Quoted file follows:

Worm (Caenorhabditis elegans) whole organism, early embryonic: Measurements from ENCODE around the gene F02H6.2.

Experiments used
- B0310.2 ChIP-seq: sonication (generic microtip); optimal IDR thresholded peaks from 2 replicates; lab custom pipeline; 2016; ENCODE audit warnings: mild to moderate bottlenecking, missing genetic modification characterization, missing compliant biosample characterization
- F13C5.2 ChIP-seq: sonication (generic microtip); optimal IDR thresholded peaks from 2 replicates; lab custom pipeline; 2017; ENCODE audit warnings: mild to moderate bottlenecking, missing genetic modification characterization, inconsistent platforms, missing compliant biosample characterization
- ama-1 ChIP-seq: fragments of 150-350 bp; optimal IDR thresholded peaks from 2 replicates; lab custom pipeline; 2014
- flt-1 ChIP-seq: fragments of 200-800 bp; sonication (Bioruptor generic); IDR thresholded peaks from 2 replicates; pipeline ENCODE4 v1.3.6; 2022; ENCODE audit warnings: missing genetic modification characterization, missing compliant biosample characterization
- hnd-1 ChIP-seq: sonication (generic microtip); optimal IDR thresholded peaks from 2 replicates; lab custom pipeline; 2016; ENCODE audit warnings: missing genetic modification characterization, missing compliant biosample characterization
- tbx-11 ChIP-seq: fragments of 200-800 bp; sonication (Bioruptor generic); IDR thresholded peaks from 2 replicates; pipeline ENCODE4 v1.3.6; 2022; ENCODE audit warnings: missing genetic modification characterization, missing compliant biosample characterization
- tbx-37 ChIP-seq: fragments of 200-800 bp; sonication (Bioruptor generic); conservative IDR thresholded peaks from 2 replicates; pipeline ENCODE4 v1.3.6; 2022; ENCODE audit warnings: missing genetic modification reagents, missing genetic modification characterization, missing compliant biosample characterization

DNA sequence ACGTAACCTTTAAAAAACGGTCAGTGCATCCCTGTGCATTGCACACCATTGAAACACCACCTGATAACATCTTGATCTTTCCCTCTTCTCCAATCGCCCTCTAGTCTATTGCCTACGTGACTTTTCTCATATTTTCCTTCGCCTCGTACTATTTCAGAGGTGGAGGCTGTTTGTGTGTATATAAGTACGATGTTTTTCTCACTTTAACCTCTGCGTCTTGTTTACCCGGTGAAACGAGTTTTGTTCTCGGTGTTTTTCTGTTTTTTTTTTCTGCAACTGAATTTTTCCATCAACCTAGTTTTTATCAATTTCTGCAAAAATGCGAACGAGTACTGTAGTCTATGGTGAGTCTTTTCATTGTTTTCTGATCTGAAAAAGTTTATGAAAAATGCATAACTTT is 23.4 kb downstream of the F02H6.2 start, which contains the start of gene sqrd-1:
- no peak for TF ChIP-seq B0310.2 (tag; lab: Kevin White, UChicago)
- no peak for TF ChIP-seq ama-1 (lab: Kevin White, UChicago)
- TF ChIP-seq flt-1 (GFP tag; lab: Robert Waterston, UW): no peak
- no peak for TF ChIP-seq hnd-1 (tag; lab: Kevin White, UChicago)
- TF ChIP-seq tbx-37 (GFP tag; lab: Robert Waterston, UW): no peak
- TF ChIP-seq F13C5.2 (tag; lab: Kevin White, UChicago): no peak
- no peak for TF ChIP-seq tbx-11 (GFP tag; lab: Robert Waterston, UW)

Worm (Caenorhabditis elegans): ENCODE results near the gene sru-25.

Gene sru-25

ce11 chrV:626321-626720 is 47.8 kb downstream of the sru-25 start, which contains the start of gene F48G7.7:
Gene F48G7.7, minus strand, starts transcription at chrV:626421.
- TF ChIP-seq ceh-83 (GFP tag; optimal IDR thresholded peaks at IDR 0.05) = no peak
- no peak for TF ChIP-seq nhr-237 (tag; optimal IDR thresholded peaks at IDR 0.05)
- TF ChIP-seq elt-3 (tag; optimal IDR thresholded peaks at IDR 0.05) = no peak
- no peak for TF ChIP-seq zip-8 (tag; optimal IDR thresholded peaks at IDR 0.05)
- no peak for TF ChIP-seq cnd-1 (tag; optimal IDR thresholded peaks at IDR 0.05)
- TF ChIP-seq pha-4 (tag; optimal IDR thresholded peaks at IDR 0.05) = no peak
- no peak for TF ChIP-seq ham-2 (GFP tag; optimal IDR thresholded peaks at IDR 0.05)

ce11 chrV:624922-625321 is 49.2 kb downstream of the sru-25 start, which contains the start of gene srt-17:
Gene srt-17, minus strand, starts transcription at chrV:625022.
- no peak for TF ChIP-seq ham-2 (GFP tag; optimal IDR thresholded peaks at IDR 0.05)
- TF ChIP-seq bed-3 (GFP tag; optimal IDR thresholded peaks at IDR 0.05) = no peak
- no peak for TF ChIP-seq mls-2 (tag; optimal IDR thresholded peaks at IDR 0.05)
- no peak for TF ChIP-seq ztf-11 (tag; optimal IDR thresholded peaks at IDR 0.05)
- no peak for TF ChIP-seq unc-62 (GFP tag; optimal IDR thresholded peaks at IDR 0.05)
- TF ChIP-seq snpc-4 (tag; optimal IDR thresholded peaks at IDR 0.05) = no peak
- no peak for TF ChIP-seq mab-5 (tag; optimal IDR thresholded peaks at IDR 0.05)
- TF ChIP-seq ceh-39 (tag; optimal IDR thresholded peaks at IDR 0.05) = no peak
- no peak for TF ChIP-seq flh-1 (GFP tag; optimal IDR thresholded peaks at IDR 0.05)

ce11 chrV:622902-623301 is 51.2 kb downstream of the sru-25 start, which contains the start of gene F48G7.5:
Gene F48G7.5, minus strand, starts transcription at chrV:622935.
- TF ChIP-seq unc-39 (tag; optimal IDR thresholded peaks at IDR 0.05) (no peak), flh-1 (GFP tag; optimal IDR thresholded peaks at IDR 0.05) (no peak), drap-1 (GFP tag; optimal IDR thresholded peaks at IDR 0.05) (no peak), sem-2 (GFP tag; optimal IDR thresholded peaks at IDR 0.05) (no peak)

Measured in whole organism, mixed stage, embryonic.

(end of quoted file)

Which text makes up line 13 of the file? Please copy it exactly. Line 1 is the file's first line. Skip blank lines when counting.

- TF ChIP-seq flt-1 (GFP tag; lab: Robert Waterston, UW): no peak